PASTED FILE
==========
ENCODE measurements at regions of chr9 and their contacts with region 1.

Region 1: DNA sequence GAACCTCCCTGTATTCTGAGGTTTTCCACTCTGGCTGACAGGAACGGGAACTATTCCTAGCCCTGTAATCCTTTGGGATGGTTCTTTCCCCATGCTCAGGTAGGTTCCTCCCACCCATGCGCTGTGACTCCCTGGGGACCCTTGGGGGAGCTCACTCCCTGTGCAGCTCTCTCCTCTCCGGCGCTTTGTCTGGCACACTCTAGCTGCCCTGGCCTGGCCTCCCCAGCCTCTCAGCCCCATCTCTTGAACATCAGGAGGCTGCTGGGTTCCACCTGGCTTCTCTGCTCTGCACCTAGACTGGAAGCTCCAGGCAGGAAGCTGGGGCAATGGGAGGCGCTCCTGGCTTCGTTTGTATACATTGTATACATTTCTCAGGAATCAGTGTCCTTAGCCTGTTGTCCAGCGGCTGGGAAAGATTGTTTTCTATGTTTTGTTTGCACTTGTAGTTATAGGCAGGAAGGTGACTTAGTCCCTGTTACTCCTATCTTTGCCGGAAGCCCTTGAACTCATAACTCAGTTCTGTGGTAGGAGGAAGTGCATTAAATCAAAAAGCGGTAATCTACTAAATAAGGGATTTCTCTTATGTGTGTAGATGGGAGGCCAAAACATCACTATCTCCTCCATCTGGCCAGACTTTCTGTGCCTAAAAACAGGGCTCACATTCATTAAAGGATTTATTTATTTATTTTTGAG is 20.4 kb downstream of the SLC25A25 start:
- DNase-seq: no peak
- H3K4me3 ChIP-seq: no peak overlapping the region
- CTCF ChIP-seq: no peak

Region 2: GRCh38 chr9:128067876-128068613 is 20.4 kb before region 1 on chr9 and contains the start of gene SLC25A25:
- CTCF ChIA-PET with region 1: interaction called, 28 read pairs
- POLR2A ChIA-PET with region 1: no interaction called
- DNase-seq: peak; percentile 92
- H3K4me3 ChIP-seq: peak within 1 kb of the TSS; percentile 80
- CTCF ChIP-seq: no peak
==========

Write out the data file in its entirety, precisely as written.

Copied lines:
ENCODE measurements at regions of chr9 and their contacts with region 1.

Region 1: DNA sequence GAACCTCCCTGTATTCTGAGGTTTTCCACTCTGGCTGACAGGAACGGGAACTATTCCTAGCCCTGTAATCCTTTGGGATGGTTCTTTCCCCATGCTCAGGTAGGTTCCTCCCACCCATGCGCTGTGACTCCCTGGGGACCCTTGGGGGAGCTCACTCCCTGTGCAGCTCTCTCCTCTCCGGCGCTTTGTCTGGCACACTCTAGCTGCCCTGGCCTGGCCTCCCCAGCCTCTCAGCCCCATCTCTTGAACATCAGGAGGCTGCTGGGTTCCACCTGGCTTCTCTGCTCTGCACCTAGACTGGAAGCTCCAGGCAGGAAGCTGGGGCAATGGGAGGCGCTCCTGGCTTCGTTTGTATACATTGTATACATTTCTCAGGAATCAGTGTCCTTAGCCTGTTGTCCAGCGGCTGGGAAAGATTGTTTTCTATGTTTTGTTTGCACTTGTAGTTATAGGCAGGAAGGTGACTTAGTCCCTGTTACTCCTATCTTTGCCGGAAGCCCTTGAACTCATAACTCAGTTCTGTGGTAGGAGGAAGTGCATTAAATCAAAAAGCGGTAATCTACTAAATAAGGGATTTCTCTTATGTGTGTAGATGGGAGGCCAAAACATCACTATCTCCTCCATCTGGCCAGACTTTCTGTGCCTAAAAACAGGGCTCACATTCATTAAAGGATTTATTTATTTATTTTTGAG is 20.4 kb downstream of the SLC25A25 start:
- DNase-seq: no peak
- H3K4me3 ChIP-seq: no peak overlapping the region
- CTCF ChIP-seq: no peak

Region 2: GRCh38 chr9:128067876-128068613 is 20.4 kb before region 1 on chr9 and contains the start of gene SLC25A25:
- CTCF ChIA-PET with region 1: interaction called, 28 read pairs
- POLR2A ChIA-PET with region 1: no interaction called
- DNase-seq: peak; percentile 92
- H3K4me3 ChIP-seq: peak within 1 kb of the TSS; percentile 80
- CTCF ChIP-seq: no peak